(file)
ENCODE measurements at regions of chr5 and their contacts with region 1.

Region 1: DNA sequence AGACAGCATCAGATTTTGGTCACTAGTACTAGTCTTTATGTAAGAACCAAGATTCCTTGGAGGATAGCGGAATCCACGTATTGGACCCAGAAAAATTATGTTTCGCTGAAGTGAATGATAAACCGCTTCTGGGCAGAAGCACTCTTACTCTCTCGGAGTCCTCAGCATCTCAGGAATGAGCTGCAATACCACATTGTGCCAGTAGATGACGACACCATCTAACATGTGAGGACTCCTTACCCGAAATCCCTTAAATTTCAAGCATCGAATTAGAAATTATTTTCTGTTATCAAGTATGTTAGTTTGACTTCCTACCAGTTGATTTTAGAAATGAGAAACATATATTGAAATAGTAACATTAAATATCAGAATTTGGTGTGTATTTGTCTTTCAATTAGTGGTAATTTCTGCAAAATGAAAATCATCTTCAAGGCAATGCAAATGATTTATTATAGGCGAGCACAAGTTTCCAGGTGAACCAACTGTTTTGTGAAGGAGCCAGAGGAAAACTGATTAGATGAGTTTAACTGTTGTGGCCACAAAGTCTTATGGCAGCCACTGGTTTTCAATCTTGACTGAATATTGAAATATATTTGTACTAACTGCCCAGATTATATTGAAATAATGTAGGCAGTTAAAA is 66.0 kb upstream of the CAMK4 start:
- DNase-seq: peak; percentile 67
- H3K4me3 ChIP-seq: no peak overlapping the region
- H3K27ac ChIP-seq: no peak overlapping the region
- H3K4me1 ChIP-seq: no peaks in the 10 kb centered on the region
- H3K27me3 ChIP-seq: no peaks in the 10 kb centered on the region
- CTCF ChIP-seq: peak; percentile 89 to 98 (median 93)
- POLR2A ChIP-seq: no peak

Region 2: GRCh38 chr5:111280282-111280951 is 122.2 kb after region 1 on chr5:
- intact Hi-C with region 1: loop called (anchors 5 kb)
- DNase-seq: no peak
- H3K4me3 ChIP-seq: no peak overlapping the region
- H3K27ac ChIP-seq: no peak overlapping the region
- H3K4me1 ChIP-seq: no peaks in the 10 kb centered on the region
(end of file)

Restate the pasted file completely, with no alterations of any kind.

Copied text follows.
ENCODE measurements at regions of chr5 and their contacts with region 1.

Region 1: DNA sequence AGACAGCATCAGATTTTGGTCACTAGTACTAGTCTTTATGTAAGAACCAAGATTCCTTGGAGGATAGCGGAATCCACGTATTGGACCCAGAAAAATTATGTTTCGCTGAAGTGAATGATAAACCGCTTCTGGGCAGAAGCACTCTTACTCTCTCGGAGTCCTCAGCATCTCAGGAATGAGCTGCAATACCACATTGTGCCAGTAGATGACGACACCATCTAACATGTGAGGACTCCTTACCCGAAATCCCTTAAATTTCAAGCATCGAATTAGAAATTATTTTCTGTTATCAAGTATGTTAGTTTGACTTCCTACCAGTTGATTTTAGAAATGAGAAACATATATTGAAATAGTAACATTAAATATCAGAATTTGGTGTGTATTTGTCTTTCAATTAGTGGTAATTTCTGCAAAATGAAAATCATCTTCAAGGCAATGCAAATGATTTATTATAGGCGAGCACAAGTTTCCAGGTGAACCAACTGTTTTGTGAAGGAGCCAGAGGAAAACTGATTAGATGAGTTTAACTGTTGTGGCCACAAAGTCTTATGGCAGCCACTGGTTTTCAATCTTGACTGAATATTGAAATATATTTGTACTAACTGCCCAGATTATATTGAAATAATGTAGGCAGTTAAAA is 66.0 kb upstream of the CAMK4 start:
- DNase-seq: peak; percentile 67
- H3K4me3 ChIP-seq: no peak overlapping the region
- H3K27ac ChIP-seq: no peak overlapping the region
- H3K4me1 ChIP-seq: no peaks in the 10 kb centered on the region
- H3K27me3 ChIP-seq: no peaks in the 10 kb centered on the region
- CTCF ChIP-seq: peak; percentile 89 to 98 (median 93)
- POLR2A ChIP-seq: no peak

Region 2: GRCh38 chr5:111280282-111280951 is 122.2 kb after region 1 on chr5:
- intact Hi-C with region 1: loop called (anchors 5 kb)
- DNase-seq: no peak
- H3K4me3 ChIP-seq: no peak overlapping the region
- H3K27ac ChIP-seq: no peak overlapping the region
- H3K4me1 ChIP-seq: no peaks in the 10 kb centered on the region